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Central and eastern Europe are courting China

Hungarian Prime Minister Viktor Orban
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Hungarian Prime Minister Viktor Orban

Joining hands with Chinese and Serbian prime ministers in Bucharest, Romania on November 25, 2013, the beaming Viktor Orbán, Hungary's Prime Minister, was ecstatic about China's acceptance to finance and lead the modernization of an antiquated rail connection between Budapest and Belgrade.

No stranger to dustups with his European Union (EU) partners and the EU Commission, he seemed pleased to emphasize that an estimated 2.4 billion euro project financed by China could not be done by (cash-strapped and austerity-ridden) Brussels.

Two days later, the Chinese were at it. China's engineers were surveying the clunky rail line and riding the slow-moving railway cars between these two European capitals, committing to a detailed project presentation within the next six months.

(Read more: As you were? Europe deflation fears despite upbeat data)

But it was Romania, the host of the second annual summit between China and 16 central and east European countries held in Bucharest on November 26, 2013, who reportedly got most of the $10 billion the Chinese brought with them for infrastructure investments in these relatively poor former communist nations (Albania, Bosnia and Herzegovina, Bulgaria, Croatia, Czech Republic, Estonia, FYR of Macedonia, Hungary, Latvia, Lithuania, Montenegro, Poland, Serbia, Slovakia, Slovenia and Romania).

According to Romanian sources, 13 trade and investment contracts have been signed with Chinese companies for an estimated value of 8 billion euros in the area of energy, infrastructure and railway networks.

And all that with Chinese Prime Minister Li Keqiang's compliment that "Romania is a tiger of central and east Europe," an accolade savored by the local media at a time when some of the country's EU partners want to limit access to Romanian (and Bulgarian) immigrants in a flagrant contravention of EU rules.

A large development potential

By most accounts, the summit was a great success as apparently the interest of central and east European countries far exceeded what the Chinese side was prepared to deal with. There will probably be an active follow-up of summit discussions between some 300 Chinese businessmen and more than double that number of their European counterparts who participated at the Bucharest meeting.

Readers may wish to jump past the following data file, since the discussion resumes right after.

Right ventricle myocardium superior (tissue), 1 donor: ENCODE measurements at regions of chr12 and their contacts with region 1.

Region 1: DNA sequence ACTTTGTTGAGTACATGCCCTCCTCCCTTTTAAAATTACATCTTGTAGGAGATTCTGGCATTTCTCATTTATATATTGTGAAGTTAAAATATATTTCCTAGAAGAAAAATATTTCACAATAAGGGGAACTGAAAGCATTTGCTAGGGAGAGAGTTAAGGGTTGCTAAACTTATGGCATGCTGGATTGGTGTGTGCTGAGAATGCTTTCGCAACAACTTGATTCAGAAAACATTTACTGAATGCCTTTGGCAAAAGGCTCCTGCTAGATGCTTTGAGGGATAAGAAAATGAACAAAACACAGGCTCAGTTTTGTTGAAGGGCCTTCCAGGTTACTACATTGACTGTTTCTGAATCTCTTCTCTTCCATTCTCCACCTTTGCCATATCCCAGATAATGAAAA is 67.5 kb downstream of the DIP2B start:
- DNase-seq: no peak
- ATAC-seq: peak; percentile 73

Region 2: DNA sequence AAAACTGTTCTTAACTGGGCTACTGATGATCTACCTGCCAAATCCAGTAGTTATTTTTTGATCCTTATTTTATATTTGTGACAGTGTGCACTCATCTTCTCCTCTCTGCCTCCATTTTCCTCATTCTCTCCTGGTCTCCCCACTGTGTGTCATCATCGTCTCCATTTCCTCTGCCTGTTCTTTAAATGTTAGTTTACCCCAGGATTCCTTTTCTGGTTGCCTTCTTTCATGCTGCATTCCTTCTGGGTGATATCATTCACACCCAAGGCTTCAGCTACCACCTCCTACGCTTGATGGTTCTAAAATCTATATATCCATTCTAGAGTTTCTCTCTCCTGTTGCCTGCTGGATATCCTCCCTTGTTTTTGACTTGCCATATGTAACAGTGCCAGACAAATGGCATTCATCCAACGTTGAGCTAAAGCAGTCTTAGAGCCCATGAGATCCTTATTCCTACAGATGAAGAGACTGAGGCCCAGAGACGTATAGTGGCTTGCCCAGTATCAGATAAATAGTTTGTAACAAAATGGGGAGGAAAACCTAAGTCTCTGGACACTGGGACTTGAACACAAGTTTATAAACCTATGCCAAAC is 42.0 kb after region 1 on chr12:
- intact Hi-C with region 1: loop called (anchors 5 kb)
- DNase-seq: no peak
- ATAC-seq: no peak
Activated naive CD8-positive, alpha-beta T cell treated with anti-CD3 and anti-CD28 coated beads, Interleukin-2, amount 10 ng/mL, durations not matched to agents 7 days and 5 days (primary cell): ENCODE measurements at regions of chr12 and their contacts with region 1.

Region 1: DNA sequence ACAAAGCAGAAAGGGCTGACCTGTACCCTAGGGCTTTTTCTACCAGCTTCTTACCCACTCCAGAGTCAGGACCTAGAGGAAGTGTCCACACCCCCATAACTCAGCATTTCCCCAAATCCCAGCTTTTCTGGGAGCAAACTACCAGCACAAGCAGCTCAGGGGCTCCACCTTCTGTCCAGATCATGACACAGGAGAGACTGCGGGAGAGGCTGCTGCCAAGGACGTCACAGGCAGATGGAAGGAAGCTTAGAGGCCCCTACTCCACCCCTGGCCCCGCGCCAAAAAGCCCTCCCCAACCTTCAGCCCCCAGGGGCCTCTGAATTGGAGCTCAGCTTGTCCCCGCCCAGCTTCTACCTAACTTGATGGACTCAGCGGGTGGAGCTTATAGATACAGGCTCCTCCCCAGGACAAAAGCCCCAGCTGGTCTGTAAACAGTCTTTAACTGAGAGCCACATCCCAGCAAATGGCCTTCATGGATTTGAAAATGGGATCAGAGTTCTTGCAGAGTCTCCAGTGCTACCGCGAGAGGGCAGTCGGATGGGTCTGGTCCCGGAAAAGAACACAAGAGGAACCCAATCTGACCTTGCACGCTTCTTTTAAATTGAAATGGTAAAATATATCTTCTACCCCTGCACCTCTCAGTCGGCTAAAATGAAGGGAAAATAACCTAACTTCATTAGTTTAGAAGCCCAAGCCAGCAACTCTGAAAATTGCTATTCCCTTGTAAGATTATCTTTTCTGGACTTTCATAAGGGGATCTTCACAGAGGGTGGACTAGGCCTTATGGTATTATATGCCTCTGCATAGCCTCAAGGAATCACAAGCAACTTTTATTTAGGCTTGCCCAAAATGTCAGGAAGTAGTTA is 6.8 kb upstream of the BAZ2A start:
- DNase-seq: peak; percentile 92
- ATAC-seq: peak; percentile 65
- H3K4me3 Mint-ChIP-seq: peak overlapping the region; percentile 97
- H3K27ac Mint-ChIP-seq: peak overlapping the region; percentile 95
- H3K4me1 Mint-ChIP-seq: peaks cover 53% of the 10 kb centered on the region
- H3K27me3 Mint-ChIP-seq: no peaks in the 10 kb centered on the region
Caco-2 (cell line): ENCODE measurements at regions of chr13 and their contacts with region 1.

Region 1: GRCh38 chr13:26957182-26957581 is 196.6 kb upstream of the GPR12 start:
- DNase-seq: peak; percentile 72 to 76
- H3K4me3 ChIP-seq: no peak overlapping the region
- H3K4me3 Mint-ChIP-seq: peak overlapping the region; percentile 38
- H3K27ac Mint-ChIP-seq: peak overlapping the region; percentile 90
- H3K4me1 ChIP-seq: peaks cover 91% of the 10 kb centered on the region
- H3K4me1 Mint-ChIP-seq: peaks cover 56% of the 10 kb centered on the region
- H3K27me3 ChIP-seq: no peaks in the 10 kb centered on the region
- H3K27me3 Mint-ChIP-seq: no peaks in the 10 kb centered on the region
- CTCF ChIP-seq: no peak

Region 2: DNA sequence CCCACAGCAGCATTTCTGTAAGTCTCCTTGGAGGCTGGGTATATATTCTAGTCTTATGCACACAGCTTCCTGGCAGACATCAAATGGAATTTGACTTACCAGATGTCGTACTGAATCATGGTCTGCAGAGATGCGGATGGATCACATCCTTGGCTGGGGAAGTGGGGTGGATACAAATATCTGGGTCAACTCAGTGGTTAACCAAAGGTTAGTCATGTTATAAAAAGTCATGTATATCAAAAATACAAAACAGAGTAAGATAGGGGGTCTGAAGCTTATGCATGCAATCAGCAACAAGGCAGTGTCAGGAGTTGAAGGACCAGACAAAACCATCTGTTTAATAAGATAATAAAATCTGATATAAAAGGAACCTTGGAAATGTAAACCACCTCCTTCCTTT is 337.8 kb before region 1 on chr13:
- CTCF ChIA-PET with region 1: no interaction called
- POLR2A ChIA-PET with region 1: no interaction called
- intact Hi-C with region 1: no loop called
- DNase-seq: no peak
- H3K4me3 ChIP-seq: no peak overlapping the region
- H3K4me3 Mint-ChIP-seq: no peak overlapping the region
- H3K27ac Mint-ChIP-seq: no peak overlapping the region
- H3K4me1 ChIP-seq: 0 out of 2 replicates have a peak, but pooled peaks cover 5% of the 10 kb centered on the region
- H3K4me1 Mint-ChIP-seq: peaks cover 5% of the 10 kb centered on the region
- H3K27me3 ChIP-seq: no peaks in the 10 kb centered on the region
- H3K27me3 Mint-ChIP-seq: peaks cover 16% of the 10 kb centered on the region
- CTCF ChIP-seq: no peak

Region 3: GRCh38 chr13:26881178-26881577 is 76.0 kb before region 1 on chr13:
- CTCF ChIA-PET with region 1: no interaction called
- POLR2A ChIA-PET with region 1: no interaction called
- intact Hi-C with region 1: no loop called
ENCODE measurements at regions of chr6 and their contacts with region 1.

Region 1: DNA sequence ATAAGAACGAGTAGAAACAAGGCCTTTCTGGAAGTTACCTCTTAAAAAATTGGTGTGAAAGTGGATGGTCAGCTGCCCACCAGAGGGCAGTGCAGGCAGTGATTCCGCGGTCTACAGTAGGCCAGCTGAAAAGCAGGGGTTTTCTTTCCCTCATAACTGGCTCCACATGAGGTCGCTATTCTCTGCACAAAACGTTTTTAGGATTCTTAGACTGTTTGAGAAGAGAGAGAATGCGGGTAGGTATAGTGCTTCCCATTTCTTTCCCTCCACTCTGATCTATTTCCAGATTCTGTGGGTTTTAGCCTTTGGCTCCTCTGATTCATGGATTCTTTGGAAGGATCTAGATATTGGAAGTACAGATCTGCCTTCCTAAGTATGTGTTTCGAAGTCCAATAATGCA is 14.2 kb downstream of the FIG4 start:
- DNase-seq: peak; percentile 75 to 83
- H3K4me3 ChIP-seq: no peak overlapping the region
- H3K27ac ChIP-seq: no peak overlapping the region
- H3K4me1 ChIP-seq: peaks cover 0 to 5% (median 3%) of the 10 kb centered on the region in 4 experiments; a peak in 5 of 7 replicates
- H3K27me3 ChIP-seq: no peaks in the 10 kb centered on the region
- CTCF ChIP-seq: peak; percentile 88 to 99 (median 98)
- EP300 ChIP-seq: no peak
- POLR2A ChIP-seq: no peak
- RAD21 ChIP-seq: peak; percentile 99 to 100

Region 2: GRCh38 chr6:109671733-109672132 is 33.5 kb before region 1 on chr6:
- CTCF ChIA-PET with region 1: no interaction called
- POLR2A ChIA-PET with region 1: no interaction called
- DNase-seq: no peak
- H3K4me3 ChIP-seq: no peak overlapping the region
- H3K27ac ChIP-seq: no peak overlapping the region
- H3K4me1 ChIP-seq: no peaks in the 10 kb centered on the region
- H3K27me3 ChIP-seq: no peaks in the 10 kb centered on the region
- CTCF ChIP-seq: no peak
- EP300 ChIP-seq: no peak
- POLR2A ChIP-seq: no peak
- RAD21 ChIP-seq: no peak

The potential for commerce and investments is enormous. The current annual trade volume of some $50 billion between China and these 16 countries is just one-tenth of what China does with the EU, or roughly the equivalent of China's bilateral trade with Italy. Also, China invests less in the entire central and east Europe than it does in Sweden.

(Read more: China reforms put railways back on track)

There is a wide range of areas where the two sides' business interests coincide.

China – which consumes about one-fifth of the world's food supplies – is mainly interested in high-quality farm products the vast plains of central and east Europe can produce in abundance.

And here is an interesting aside. With only 9 percent of the world's arable farmland, China last year signed a deal with Ukraine to farm an area of 11.6 million square miles (that is larger than the U.S. State of Massachusetts). Ukraine will get from China a $3 billion loan to modernize its agriculture. Ukraine will also get seeds, farm equipment, a fertilizer plant a highway in the Crimea and a bridge across the Strait of Kerch, an important industrial center and a channel between Ukraine and Russia connecting the Sea of Azov and the Black Sea.

"A piece of candy perhaps?"

No wonder Ukraine's President Viktor Yanukovich was sniggering at the 610 million euros – which he called "a nicely wrapped piece of candy" – offered by the EU to upgrade the economy to Brussels standards and to accept a free trade agreement he refused to sign last week at the EU Eastern Partnership meeting in Vilnius, Lithuania.